Father’s Day is just around the corner and many of us are as clueless as always when it comes to buying our dads presents. Almost all of us celebrate Father’s Day but few know its origins. Father’s Day officially began in Spokane, Washington in 1910, when 27-year-old Sonora Dodd proposed it as a way to honor the man who raised her when her 16-year-old mother died in childbirth. Dodd was at a church service thinking about how grateful she was for her father when she had the idea for Father’s Day, which would follow the footsteps of Mother’s Day but would be celebrated in June, her father’s birthday month.
The movement gained plenty of momentum over the years but didn’t receive national-event recognition until 1924, under then-President Calvin Coolidge. The holiday gained further traction during World War II, and in 1966 when President Lyndon B. Johnson proclaimed the third Sunday of June to be Father’s Day. Moreover, President Richard Nixon made it a federal holiday six years later.
A Father’s Role In His Child’s Development
So now that that’s out of the way, let’s look at the significance of father figures in our lives. While mothers play a vital role in a child’s upbringing, fathers complement mothers and provide different perspective on matters, and as a result, are an alternate source of inspiration and intellectual thought development.
According to previous researches, the presence of fathers in the home is tied to lower rates of maltreatment; unrelated male figures and stepfathers in households tend to be more abusive than biological, married fathers. The overall quality of the relationship between the mother and father also has an important indirect effect on the odds of maltreatment.
Because of these undeniable facts and figures there have been significant efforts in recent years to research the role of fathers in child development and the creation of programs to strengthen the fathers’ capacities.
David Popenoe, a sociology professor at Rutgers University, led the relatively unknown field of fatherhood and its role in child’s development. Using his unmatched expertise on the subject, Popenoe based his opinions on data gathered from resources such as the US Department of Health and Human Services, the National Fatherhood Initiative and the National Center for Fathering.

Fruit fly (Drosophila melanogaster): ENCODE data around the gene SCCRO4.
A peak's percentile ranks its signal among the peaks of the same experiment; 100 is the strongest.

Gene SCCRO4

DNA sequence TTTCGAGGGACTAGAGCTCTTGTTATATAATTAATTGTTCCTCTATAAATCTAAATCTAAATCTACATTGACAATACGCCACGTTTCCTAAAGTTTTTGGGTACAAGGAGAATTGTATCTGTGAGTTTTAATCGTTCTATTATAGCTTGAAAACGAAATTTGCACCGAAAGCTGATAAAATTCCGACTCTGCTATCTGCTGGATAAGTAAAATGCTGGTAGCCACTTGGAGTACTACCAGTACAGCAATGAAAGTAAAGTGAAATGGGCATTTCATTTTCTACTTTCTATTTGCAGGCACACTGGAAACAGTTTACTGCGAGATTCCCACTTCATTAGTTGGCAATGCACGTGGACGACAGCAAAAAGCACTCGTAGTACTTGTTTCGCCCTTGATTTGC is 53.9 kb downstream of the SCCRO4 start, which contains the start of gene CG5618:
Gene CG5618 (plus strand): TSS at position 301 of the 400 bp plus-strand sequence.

Fathers Influence Their Children On How To Treat Their Partners
Good fathers are also good husbands. Fathers can indirectly influence a child’s behavior and instill in his children a sense of compassion and love with the way he treats his children’s mother. Any father who has a healthy relation with his children’s mother is more likely to participate in moral-boosting activities such as sports and spend more time with his children. Hence the better team the couple make, the better they are at dealing with rebellious children.
My Father Gave Me The Greatest Gift Anyone Could Give Another Person, He Believed In Me
A good team is well equipped at coping with behavioral issues and guiding children towards the right path. Moreover boys who see their fathers treating their mothers with kindness and respect are likely to develop the same habits and will be more aware how to treat the women in their lives, will be less likely to show aggression towards them and will develop less misogynistic thoughts.
Meanwhile girls with responsible fathers see this act as a deciding factor when seeking a partner. They look for qualities such as respectfulness, honesty, integrity and kindness in their potential mates. Positive reinforcement is certainly quite important in affecting a child’s outlook on life while growing up. According to many researches fathers who express anger or reservation towards their partners are more likely to have socially anxious, withdrawn and depressed children.